Search Results

You are looking at 1 - 10 of 556 items for :

  • "polymerase chain reaction (PCR)" x
  • All content x
Clear All
Free access

Hatsuhiko Okada, Yoshitaka Ohashi, Mamoru Sato, Hideyuki Matsuno, Toshiya Yamamoto, Hoytaek Kim, Tatsuro Tukuni, and Sadao Komori

were to confirm the ploidy level of the androgenic genotypes by flow cytometry; to confirm the zygosity state of the androgenic genotypes by SSR markers; to analyze S -alleles of the androgenic genotypes by the specific polymerase chain reaction (PCR

Full access

Yusuke Ii, Yuichi Uno, Michio Kanechi, and Noboru Inagaki

that endogenous ribosomal RNA fragments were observed in all samples. This result indicates that the multiplex PCR used in this study is consistent between the two cultivars tested. Fig. 1. Fragments amplified by polymerase chain reaction (PCR) using

Free access

Xiaoling He, Susan C. Miyasaka, Yi Zou, Maureen M.M. Fitch, and Yun J. Zhu

chain reaction analysis. To determine the presence of the transgene, genomic DNA was extracted from ≈10 mg of callus or leaf tissues and analyzed using polymerase chain reaction (PCR) based on the method described by He et al. (2008

Free access

Timothy W. Coolong, Ronald R. Walcott, and William M. Randle

, alternative methods have been developed to detect B. aclada in onion bulbs. These include culturing samples on semiselective media, enzyme-linked immunosorbent assay tests, and conventional polymerase chain reaction (PCR) detection ( Kritzman and Netzer

Free access

Jollanda Effendy, Don R. La Bonte, and Niranjan Baisakh

reverse transcription polymerase chain reaction (PCR) analysis of differentially expressed genes in storage root of sweetpotato at 0, 2, 4, 8, and 12 h after skinning injury. Elongation factor gene (EF) was used as the endogenous reference for cDNA loading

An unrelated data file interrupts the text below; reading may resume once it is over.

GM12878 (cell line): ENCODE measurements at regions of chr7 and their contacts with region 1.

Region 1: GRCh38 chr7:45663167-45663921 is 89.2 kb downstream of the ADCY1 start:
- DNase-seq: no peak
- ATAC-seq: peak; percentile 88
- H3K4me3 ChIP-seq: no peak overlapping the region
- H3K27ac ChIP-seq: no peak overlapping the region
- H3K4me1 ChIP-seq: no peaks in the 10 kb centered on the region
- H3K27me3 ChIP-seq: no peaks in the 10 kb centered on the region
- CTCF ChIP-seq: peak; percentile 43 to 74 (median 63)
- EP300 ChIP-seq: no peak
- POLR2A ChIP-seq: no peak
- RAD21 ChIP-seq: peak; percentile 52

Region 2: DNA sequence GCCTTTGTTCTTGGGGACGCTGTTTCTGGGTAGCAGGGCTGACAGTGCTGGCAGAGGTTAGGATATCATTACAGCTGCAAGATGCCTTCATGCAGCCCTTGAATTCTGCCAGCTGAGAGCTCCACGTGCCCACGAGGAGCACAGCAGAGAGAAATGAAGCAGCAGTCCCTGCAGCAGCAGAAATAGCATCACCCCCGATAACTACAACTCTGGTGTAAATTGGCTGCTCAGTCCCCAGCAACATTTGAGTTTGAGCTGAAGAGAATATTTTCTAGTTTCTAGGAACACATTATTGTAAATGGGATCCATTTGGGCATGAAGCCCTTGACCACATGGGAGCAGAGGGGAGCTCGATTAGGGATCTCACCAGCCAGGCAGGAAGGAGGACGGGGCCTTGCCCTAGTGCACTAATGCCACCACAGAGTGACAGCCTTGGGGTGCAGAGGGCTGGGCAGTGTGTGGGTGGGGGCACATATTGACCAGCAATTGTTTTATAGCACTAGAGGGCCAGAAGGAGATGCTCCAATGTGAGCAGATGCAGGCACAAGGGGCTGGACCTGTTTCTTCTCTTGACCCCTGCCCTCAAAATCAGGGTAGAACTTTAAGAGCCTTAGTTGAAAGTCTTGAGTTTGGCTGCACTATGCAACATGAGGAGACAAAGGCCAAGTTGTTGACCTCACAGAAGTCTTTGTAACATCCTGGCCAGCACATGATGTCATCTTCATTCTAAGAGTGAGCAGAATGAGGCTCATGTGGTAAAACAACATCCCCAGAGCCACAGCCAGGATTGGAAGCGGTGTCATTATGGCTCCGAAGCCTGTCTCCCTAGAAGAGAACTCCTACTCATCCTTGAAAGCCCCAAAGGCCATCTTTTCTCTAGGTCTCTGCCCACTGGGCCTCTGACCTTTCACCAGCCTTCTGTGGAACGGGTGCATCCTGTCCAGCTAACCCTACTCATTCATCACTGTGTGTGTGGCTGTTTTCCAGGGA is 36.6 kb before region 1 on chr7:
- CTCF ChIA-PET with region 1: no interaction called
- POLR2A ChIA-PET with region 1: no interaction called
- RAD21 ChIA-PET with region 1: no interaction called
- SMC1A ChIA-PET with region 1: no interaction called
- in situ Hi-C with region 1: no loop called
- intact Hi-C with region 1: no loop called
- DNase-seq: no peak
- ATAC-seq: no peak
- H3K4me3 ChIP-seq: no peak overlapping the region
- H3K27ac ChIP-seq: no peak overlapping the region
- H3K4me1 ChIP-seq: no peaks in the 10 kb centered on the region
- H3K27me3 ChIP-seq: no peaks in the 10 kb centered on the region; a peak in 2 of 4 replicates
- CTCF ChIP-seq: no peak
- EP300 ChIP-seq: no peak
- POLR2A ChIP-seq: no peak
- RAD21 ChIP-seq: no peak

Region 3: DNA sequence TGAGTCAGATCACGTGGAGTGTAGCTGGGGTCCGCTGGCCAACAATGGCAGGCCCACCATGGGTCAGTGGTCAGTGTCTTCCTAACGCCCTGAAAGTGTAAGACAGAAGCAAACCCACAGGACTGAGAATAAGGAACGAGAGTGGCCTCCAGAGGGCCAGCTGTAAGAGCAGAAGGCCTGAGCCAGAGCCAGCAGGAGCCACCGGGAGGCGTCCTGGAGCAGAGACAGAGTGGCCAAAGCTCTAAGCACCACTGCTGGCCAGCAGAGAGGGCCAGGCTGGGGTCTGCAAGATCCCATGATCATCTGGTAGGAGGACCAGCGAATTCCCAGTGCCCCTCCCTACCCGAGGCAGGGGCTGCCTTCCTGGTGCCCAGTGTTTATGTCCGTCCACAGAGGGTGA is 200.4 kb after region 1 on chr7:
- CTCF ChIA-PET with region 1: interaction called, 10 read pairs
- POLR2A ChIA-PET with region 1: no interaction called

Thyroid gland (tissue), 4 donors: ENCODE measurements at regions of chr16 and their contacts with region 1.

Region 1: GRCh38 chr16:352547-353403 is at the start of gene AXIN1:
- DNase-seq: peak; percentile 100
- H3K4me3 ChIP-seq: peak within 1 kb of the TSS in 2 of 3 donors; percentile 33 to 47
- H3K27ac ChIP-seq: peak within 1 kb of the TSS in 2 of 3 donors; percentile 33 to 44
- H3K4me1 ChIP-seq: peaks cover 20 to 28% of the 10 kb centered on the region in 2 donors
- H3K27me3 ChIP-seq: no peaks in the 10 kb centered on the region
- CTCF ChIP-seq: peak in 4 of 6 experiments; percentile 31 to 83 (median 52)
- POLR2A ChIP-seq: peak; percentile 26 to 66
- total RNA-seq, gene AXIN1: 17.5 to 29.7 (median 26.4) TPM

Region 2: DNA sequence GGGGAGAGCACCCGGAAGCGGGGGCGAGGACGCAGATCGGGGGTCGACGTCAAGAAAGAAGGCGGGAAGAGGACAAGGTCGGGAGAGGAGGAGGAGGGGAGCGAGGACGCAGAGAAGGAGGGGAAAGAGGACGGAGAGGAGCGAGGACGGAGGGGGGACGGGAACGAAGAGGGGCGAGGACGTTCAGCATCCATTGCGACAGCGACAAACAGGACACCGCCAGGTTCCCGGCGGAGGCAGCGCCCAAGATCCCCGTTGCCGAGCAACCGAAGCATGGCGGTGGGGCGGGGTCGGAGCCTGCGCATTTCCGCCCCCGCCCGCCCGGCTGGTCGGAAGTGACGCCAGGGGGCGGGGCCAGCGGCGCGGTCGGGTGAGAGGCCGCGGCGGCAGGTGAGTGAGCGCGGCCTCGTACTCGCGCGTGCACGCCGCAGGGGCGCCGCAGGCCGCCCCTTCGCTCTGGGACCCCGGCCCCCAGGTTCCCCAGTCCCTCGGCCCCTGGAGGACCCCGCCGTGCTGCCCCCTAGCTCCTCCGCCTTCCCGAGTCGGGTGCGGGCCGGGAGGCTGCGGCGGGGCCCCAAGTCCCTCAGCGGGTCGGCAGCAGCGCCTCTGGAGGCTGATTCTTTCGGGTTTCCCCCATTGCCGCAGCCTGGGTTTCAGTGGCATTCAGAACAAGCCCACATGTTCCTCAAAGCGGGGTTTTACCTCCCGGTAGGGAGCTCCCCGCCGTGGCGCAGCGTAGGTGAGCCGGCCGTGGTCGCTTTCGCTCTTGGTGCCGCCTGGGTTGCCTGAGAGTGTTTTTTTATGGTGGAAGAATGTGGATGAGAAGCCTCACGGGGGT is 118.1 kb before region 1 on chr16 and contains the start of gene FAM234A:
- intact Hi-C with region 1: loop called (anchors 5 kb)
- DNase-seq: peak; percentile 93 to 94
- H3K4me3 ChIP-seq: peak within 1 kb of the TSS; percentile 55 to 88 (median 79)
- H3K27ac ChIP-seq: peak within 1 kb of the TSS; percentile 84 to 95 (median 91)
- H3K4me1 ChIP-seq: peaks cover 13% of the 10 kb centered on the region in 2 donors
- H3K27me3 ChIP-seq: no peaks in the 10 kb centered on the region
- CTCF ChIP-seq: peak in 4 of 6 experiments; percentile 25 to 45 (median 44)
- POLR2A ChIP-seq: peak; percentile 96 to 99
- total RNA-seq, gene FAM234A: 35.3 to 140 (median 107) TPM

Free access

Douglas C. Whitaker, Mihai C. Giurcanu, Linda J. Young, Pedro Gonzalez, Ed Etxeberria, Pamela Roberts, Katherine Hendricks, and Felix Roman

samples throughout the state. Figure 1 shows the classification of samples according to their starch content and their PCR analysis during the two time periods. Fig. 1. The polymerase chain reaction (PCR)-based classification—positive or negative—and log

Free access

Wenhao Dai, Victoria Magnusson, and Chris Johnson

transformed and nontransformed chokecherry plants based on the method of Lodhi et al. (1994) . Polymerase chain reactions (PCRs) were carried out in 25 μL volume containing 200 μ m dNTPs, 1 μ m each of oligonucleotide primer, 2.5 units DNA Taq Polymerase

Free access

Wenhao Dai, Yuanjie Su, Hongxia Wang, and Ceilo Castillo

plants based on the method of Lodhi et al. (1994) . Reactions of polymerase chain reaction (PCR) were carried out in 25 μL volume containing 200 μM dNTPs, 1 μM of each oligonucleotide primer, 2.5 units Taq DNA Polymerase (Promega, Madison, WI), and 25

Free access

Júlia Halász, Andrzej Pedryc, Sezai Ercisli, Kadir Ugurtan Yilmaz, and Attila Hegedűs

growth analyses have led to uncertainty of the self-incompatibility genotypes for many Turkish cultivars ( Misirli et al., 2006 ). In this study, we used polymerase chain reaction (PCR) amplification of the S-RNase intron regions to determine their

Free access

Fatemeh Khodadadi, Masoud Tohidfar, Mehdi Mohayeji, Abhaya M. Dandekar, Charles A. Leslie, Daniel A. Kluepfel, Timothy Butterfield, and Kourosh Vahdati

. 2. Gel electrophoresis separation of polymerase chain reaction (PCR) products obtained using P14a and JrPPO primers and DNA extracted from two walnut cultivars, Serr and Chandler. PCR products sizes were 500 and 598 bp, respectively. Results showed